David has written a useful blog about prescription diets here. I don’t see them as a treatment but rather a tool in the process of an elimination diet. When I used one on my dog I didn’t view it favourably and had no intention of keeping her on it long term. I am lucky that I found a fresh cooked food diet that works but I still can’t be 100% sure whether intolerance was the problem. By observation I know that she has no intolerances to any meat, poultry or fish.

If a hydrolysed protein food is not acceptable it’s useful to look for foods that have very simple recipes. Practically speaking, it’s easier to use quality wet food because they tend to have fewer ingredients. Unfortunately they can be expensive for a large dog such as a Labrador.

This type of issue is very difficult to solve and while diet is always blamed, it could be due to something else.

Most of these prescription foods contain ingredients that are known allergens. For that reason, I would suggest they are not a good starting point.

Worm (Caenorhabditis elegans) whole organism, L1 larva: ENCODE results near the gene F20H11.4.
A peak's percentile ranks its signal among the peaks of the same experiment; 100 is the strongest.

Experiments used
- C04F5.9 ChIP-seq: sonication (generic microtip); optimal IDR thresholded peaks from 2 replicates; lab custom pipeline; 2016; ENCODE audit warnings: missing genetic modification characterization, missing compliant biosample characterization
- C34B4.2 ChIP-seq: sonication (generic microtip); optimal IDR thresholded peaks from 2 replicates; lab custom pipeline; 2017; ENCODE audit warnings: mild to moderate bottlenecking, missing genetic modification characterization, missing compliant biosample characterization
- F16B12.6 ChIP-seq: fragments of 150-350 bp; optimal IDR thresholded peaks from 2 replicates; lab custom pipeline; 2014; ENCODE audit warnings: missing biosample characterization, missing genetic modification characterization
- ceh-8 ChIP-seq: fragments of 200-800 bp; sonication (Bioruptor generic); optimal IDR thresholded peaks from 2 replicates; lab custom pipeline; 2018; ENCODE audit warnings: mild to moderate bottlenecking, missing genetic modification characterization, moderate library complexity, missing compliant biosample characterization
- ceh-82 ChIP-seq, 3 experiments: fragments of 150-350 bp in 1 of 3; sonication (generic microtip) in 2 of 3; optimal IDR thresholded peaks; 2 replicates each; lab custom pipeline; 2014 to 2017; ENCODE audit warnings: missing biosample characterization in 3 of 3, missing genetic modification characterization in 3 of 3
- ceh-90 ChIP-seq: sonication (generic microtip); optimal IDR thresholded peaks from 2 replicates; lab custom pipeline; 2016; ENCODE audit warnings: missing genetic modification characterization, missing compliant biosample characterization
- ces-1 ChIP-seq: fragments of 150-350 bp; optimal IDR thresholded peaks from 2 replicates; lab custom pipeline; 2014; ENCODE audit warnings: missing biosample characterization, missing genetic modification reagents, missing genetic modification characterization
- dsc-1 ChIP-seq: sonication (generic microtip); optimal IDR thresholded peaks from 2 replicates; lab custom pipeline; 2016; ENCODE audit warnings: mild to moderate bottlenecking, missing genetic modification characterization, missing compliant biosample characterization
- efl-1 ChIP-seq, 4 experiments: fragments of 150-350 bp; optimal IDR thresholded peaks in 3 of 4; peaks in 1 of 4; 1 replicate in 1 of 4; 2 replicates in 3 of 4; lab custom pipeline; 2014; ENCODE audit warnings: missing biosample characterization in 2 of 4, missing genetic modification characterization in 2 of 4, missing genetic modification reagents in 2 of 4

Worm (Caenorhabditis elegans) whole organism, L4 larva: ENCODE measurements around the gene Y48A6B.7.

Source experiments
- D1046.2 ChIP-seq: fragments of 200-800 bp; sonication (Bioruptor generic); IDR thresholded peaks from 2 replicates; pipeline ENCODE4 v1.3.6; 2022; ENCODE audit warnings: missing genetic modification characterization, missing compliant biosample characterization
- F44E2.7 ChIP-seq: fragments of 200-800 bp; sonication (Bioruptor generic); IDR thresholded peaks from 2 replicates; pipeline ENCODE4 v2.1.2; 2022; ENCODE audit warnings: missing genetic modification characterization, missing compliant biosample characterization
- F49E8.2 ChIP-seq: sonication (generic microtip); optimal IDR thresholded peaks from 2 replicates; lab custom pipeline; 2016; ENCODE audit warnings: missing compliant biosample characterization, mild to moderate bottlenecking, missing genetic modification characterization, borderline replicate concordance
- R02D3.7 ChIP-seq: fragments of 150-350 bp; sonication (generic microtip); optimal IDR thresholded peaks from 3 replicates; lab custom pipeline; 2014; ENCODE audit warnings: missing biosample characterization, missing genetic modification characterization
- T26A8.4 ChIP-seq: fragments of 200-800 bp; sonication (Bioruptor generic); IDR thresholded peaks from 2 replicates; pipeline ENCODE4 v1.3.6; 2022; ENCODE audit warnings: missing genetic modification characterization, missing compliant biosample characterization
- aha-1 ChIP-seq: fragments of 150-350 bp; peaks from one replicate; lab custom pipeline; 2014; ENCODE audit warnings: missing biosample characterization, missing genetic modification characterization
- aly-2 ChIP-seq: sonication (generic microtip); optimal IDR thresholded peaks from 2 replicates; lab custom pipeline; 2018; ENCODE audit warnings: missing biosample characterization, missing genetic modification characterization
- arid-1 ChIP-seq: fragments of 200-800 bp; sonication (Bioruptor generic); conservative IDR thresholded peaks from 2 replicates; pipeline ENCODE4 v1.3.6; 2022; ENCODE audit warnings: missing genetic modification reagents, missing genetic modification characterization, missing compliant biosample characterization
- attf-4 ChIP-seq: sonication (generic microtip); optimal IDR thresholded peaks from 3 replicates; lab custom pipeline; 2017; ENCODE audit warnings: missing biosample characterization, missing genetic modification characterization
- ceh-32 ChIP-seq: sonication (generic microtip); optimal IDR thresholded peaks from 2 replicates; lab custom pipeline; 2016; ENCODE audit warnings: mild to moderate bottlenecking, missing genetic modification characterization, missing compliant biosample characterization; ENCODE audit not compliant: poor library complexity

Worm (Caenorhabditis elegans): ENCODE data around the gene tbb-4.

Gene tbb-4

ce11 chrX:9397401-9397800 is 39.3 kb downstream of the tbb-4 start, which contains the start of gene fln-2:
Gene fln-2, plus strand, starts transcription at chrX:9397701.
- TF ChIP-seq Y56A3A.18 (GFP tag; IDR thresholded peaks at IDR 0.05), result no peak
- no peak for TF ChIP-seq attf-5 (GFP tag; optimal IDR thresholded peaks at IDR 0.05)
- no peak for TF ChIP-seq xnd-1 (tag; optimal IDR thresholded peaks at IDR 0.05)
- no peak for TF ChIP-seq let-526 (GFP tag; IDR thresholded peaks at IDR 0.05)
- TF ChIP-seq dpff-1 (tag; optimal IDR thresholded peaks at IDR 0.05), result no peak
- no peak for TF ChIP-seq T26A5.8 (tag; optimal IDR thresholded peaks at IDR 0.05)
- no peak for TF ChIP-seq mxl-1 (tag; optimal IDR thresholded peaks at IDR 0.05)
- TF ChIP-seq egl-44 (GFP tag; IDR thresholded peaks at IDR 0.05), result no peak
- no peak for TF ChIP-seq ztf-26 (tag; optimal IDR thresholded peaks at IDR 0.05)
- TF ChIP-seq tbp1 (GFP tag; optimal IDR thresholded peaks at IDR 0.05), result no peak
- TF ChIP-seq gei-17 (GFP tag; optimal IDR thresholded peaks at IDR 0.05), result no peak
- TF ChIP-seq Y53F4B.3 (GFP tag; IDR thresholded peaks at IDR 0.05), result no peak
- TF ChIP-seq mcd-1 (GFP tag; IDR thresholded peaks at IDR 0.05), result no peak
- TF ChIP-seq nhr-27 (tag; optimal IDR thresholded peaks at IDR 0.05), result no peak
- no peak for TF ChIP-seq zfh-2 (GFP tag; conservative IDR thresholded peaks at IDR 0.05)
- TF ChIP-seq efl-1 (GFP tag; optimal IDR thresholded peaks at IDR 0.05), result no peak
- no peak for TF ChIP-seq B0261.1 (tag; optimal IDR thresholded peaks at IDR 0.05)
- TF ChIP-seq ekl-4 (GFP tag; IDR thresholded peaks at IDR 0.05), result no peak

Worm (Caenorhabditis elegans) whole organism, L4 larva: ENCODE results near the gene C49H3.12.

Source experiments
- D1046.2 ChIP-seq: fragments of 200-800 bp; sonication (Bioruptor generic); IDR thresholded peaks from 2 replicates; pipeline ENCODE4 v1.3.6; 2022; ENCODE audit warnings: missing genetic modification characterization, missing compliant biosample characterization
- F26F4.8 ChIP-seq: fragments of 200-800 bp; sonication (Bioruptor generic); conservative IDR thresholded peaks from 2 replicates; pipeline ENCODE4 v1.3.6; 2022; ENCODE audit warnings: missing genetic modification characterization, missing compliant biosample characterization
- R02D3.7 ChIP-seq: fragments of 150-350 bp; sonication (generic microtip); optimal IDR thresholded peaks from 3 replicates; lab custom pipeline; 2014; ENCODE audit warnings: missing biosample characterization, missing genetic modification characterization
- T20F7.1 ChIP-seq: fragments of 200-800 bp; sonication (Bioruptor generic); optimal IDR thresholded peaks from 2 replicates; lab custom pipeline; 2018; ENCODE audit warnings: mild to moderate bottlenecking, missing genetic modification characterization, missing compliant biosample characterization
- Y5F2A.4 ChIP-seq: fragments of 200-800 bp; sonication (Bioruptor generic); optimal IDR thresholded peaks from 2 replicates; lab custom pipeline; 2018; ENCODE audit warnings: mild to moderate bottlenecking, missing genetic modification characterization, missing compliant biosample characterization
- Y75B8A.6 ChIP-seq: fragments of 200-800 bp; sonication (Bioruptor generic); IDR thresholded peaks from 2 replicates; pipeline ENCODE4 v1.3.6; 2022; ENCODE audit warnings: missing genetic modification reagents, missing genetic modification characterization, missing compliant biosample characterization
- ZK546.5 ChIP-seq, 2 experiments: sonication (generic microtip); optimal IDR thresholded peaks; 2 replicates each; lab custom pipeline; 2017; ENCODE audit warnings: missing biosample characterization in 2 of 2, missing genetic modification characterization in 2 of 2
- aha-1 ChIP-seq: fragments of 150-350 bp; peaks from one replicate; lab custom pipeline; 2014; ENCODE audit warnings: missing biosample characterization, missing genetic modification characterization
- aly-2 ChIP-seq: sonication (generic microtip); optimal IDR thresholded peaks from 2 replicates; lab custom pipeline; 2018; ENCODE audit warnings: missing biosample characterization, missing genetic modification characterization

In certain circumstances, there is a place for hydrolysed proteins, it is just a shame that manufacturers bulk them out with nasty, feed grade, grains.

Over the last three years of being involved with hundreds of skin and ear issues, eliminating chicken has solved the majority. I have even seen a GSD bleed from its skin because of a reaction to chicken. My own GSD, that is now RIP, would fire a jet of yellow watery poo if any chicken, other than truly organic chicken, was introduced to him.

I have had customers with £3K yearly insurance premiums, because of recurrent ear infections and shocking vet practices, solve their problems by eliminating chicken, after speaking with me.

Chicken is an excellent protein, but SOME dogs just don’t tolerate what us humans to do it.

Possibly the other thing to consider is allergy to storage mites. They are associated more with dry, cereal based dog foods but can occur in grain free. Might be worth considering a trial of wet grain free, raw or fresh cooked dog food.

From what I am reading, he is on Grain Free wet from Butchers.

Thank you for the replies, yes our lab is on a wet food, grain free Butchers. However looking at the ingredients for all the varieties, chicken is the main ingredient. I will be looking at other feeds which only contain one protein. Not keen on the vet’s suggestions as he is not showing any other symptoms .

Thornit powder works amazingly well on ear infections
Take a look at the REVIEWS on this site …I always use it when grooming my dogs over the years and have never had any ear problems. Also great for itchy paws or hot spots


My pet have the same problems.